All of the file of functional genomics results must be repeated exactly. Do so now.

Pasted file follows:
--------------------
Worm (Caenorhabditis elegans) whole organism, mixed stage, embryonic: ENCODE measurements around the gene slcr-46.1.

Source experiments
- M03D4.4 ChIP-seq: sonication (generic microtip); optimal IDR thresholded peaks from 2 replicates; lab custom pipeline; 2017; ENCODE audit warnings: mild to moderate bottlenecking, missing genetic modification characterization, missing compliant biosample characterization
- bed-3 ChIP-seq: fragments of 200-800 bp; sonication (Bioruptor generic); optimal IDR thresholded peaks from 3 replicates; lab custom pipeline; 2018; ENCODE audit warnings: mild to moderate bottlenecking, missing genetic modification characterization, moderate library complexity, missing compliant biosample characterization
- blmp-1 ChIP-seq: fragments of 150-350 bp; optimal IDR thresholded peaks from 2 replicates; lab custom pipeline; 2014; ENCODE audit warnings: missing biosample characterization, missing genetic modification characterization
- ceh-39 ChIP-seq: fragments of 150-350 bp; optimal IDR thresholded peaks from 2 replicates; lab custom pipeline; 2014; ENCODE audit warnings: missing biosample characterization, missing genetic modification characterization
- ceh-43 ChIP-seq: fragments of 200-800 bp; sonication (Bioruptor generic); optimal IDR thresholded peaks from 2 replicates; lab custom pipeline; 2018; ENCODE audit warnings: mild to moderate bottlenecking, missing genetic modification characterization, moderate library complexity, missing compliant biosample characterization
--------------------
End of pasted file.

Worm (Caenorhabditis elegans) whole organism, mixed stage, embryonic: ENCODE measurements around the gene slcr-46.1.

Source experiments
- M03D4.4 ChIP-seq: sonication (generic microtip); optimal IDR thresholded peaks from 2 replicates; lab custom pipeline; 2017; ENCODE audit warnings: mild to moderate bottlenecking, missing genetic modification characterization, missing compliant biosample characterization
- bed-3 ChIP-seq: fragments of 200-800 bp; sonication (Bioruptor generic); optimal IDR thresholded peaks from 3 replicates; lab custom pipeline; 2018; ENCODE audit warnings: mild to moderate bottlenecking, missing genetic modification characterization, moderate library complexity, missing compliant biosample characterization
- blmp-1 ChIP-seq: fragments of 150-350 bp; optimal IDR thresholded peaks from 2 replicates; lab custom pipeline; 2014; ENCODE audit warnings: missing biosample characterization, missing genetic modification characterization
- ceh-39 ChIP-seq: fragments of 150-350 bp; optimal IDR thresholded peaks from 2 replicates; lab custom pipeline; 2014; ENCODE audit warnings: missing biosample characterization, missing genetic modification characterization
- ceh-43 ChIP-seq: fragments of 200-800 bp; sonication (Bioruptor generic); optimal IDR thresholded peaks from 2 replicates; lab custom pipeline; 2018; ENCODE audit warnings: mild to moderate bottlenecking, missing genetic modification characterization, moderate library complexity, missing compliant biosample characterization